The inquest on Annie Chapman, the last victim in the Whitechapel murders, was conducted on Sept. 26th. The coroner (Mr. Wynne Baxter), in summing up to the jury, went over the whole evidence in detail, and then proceeded to make the following remarks on the case: "From the evidence which the condition of the yard affords and the medical examination discloses, it appears that after the two had passed through the passage and opened the swing door at the end, they descended the three steps into the yard. On the left-hand side there was a recess between those steps and the palings. Here a few feet from the house, and a less distance from the palings, they must have stood. The wretch must have then seized his victim, perhaps with Judas-like approaches. He seized her by the chin. He pressed her throat, and while thus preventing the slightest cry, he at the same time produced insensibility and suffocation. There is no evidence of any struggle. She was then lowered to the ground, and laid on her back; and although in doing so she may have fallen slightly against the fence, this movement was probably effected with care. Her throat was then cut in two places with savage determination, and the injuries to the abdomen commenced. All was done with cool impudence and reckless daring; but perhaps nothing is more noticeable than the emptying of her pockets, and the arrangements of their contents with business-like precision in order near her feet. The body has not been dissected, but the injuries have been made by some one who had considerable anatomical skill and knowledge. There are no meaningless cuts. The organ has been taken by some one who knew where to find it, what difficulties he would have to contend against, and how he should use his knife, so as to abstract it without injury to it. No unskilled person could have known where to find it, or have recognised it when it was found. For instance, no mere slaughterer of animals could have carried out these operations. It must have been someone accustomed to the post-mortem room. The conclusion that the desire was to possess the missing part seems overwhelming. If the object were robbery, the injuries to the viscera were meaningless, for death had previously resulted from the loss of blood at the neck. Moreover, when we find an easily accomplished theft of some paltry brass rings and an internal organ taken, after at least a quarter of an hour's work, and taken by a skilled person, we are driven to the deduction that the abstraction of the missing portion was the object, and the theft of the rings was only a thinly-veiled blind. It is abhorrent to our feelings to conclude that a life should be taken for so slight an object; but, when rightly considered, the reasons for most murders are altogether out of proportion to the guilt. It is not necessary to assume lunacy, for it is clear that there is a market for such things. To show you this, I must mention a fact which at the same time proves the assistance which publicity and the newspaper press afford in the detection of crime. Within a few hours of the issue of the morning papers containing a report of the medical evidence given at the last sitting of the court, I received a communication from an officer of one of our great medical schools that they had information which might or might not have a distinct bearing on our inquiry. I attended at the first opportunity, and was informed by the sub-curator of the Pathological Museum that some months ago an American had called on him, and asked him to procure a number of specimens of the part that was missing in this body. He stated his willingness to give £20 a-piece for each specimen. He stated that his object was to issue an actual specimen with each copy of a publication on which he was then engaged. He was told that his request was impossible to be complied with, but he still urged his request. It is known that this request was repeated to another institution of a similar character. Now, is it not possible that the knowledge of this demand may have incited some abandoned wretch to possess himself of a specimen? I need hardly say that I at once communicated my information to the Detective Department at Scotland-yard. By means of the press some further explanation may be forthcoming from America, if not from here. Surely it is not too much even yet to hope that the ingenuity of our detective force will succeed in unearthing this monster. It is not as if there were no clue to the character of the criminal or the cause of his crime. His object is clearly divulged. His anatomical knowledge carries him out of the category of a common criminal, for that knowledge could only have been obtained by assisting at post-mortems, or by frequenting the post-mortem room. If the assumption be correct that the man who was talking to Chapman at half-past five was the culprit he is even more clearly defined. In addition to his former description we should know that he was a foreigner of dark complexion, over 40 years of age, a little taller than the woman, of shabby-genteel appearance, with a brown deerstalker hat on his head, and a dark coat on his back. If your views accord with mine, you will be of opinion that we are confronted with a murder of no ordinary character, committed not from jealousy, revenge, or robbery, but from motives less adequate than the many which still disgrace our civilisation, mar our progress, and blot the pages of our Christianity."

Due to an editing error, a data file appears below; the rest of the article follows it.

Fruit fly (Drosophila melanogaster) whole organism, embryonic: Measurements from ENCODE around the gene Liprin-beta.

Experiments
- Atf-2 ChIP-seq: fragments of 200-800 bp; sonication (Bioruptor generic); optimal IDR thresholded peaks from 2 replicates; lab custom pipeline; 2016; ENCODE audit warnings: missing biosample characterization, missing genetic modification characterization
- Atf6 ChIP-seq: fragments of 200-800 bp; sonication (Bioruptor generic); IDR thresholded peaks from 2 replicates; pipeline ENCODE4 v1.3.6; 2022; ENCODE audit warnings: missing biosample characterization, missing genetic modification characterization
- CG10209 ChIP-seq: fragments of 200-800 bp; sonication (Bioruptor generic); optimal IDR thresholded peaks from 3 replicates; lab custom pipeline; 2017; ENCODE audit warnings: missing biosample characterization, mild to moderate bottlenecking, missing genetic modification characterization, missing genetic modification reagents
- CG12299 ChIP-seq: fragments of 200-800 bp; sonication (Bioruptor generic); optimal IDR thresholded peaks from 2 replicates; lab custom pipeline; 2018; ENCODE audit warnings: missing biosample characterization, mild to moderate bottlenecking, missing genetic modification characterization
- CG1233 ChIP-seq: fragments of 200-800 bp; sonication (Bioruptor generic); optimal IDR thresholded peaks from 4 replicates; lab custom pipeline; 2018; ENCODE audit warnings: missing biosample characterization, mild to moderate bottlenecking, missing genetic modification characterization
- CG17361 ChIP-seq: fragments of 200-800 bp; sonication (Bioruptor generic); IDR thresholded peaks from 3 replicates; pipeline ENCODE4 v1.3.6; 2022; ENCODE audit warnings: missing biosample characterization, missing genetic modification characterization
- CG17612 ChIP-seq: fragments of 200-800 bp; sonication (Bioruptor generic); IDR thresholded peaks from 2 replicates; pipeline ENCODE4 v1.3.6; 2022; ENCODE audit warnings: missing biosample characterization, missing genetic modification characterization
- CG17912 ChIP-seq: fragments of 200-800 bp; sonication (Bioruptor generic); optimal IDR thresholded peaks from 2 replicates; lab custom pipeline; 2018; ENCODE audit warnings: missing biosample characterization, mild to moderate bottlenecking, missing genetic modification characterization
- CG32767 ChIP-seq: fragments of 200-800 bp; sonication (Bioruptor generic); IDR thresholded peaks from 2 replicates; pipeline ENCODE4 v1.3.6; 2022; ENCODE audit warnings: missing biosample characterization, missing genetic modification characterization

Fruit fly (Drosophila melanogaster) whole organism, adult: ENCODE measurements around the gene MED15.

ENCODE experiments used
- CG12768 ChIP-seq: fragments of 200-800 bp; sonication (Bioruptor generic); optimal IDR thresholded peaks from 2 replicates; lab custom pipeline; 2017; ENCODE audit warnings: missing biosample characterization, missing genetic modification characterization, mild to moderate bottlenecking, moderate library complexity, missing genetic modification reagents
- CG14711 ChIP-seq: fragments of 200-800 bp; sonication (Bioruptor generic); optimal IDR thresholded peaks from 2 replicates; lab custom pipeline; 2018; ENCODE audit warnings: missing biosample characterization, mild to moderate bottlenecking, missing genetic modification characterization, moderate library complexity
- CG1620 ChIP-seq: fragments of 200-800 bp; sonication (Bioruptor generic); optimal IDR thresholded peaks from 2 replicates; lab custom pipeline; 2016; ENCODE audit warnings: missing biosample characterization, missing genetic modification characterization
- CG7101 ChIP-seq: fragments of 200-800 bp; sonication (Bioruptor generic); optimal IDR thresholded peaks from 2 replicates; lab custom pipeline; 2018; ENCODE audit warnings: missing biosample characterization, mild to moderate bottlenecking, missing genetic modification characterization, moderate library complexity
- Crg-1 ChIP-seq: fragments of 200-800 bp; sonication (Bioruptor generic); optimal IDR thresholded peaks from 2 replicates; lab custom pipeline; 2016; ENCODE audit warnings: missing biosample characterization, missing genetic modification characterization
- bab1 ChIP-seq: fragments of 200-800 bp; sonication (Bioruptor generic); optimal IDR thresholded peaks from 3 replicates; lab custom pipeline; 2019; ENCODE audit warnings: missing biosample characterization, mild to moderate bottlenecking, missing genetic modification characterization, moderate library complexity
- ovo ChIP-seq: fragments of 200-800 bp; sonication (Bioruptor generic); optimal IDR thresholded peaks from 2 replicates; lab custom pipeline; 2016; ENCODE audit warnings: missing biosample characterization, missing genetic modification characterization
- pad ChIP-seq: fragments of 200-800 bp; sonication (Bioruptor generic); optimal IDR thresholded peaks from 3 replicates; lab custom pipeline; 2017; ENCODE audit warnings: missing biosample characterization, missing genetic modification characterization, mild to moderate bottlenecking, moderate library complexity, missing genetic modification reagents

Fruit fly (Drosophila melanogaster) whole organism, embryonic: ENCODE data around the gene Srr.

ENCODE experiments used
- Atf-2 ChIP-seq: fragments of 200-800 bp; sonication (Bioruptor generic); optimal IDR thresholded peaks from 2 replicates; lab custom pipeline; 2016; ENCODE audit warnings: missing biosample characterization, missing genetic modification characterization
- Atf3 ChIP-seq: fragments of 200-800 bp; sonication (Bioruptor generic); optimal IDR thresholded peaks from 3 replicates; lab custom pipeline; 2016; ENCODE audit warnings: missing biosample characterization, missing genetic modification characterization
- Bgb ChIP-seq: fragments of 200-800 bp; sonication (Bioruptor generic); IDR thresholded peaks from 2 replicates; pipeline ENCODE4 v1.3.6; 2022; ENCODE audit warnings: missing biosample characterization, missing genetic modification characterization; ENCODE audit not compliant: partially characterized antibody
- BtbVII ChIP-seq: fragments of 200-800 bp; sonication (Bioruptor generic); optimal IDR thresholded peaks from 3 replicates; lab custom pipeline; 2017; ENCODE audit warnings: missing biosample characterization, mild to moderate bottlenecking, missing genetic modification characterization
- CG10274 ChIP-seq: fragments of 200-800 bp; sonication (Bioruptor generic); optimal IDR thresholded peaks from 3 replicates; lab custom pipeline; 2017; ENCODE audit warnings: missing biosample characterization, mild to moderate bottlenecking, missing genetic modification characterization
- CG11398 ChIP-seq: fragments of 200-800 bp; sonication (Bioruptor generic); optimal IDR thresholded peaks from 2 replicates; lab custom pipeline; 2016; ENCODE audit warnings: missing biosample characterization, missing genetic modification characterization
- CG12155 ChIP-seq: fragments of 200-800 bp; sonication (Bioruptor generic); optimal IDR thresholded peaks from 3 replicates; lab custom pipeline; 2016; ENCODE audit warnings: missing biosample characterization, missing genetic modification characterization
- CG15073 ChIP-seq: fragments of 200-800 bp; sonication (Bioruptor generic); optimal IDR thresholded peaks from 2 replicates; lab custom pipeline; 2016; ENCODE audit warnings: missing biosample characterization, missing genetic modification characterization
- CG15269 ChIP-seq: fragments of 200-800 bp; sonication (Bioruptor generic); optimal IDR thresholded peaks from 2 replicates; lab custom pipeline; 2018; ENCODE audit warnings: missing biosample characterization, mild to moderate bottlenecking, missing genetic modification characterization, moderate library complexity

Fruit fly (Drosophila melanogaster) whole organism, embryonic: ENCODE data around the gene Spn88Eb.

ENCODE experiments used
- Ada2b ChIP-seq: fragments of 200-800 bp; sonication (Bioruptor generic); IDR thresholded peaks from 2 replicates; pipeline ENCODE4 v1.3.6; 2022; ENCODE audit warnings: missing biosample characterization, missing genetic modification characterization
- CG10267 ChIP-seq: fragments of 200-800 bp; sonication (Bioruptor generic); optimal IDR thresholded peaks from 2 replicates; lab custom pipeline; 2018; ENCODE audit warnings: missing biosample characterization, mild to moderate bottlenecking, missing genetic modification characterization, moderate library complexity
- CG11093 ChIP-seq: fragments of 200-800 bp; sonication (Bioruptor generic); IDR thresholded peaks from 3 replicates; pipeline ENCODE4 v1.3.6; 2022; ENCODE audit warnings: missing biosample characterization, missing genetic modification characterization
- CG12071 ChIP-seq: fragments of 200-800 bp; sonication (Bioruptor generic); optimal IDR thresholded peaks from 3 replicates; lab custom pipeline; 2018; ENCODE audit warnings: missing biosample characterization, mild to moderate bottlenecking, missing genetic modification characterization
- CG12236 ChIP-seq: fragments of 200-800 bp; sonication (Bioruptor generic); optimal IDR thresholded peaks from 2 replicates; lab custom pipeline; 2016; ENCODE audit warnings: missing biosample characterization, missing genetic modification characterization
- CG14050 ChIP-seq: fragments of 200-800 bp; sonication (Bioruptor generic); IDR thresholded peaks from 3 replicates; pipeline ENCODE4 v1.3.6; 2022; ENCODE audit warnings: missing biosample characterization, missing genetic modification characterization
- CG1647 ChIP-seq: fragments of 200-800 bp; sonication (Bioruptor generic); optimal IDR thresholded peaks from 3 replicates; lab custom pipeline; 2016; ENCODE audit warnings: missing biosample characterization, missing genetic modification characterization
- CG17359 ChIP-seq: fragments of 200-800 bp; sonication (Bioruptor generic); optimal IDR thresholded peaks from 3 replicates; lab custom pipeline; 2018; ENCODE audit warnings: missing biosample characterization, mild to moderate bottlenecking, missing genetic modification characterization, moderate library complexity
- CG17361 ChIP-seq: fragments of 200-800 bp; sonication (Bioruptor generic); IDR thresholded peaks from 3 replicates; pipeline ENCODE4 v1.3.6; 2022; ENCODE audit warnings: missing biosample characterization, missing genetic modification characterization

The jury at once returned a verdict of "Wilful murder" against some person or persons unknown.